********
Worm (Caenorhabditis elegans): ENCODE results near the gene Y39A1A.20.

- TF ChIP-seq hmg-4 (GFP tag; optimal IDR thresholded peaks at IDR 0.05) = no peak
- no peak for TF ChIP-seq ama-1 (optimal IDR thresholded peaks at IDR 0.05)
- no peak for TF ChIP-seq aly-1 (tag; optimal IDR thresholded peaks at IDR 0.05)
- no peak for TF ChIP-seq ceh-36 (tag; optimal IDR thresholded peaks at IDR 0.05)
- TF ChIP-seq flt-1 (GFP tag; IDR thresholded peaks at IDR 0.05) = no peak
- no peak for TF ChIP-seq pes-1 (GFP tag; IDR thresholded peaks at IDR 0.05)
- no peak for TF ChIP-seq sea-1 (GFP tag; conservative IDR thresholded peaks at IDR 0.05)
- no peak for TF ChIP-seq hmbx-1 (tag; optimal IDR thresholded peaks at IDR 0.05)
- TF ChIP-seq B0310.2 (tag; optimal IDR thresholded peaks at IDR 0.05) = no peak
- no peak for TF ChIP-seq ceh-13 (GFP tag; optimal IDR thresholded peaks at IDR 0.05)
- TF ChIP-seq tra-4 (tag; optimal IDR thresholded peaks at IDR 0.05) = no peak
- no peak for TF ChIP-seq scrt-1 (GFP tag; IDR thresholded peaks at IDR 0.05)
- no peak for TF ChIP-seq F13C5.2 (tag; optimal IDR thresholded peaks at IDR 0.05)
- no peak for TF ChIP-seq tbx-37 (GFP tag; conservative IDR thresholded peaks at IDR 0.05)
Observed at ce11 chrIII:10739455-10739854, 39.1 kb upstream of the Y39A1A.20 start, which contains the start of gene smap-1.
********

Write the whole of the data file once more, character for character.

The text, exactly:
Worm (Caenorhabditis elegans): ENCODE results near the gene Y39A1A.20.

- TF ChIP-seq hmg-4 (GFP tag; optimal IDR thresholded peaks at IDR 0.05) = no peak
- no peak for TF ChIP-seq ama-1 (optimal IDR thresholded peaks at IDR 0.05)
- no peak for TF ChIP-seq aly-1 (tag; optimal IDR thresholded peaks at IDR 0.05)
- no peak for TF ChIP-seq ceh-36 (tag; optimal IDR thresholded peaks at IDR 0.05)
- TF ChIP-seq flt-1 (GFP tag; IDR thresholded peaks at IDR 0.05) = no peak
- no peak for TF ChIP-seq pes-1 (GFP tag; IDR thresholded peaks at IDR 0.05)
- no peak for TF ChIP-seq sea-1 (GFP tag; conservative IDR thresholded peaks at IDR 0.05)
- no peak for TF ChIP-seq hmbx-1 (tag; optimal IDR thresholded peaks at IDR 0.05)
- TF ChIP-seq B0310.2 (tag; optimal IDR thresholded peaks at IDR 0.05) = no peak
- no peak for TF ChIP-seq ceh-13 (GFP tag; optimal IDR thresholded peaks at IDR 0.05)
- TF ChIP-seq tra-4 (tag; optimal IDR thresholded peaks at IDR 0.05) = no peak
- no peak for TF ChIP-seq scrt-1 (GFP tag; IDR thresholded peaks at IDR 0.05)
- no peak for TF ChIP-seq F13C5.2 (tag; optimal IDR thresholded peaks at IDR 0.05)
- no peak for TF ChIP-seq tbx-37 (GFP tag; conservative IDR thresholded peaks at IDR 0.05)
Observed at ce11 chrIII:10739455-10739854, 39.1 kb upstream of the Y39A1A.20 start, which contains the start of gene smap-1.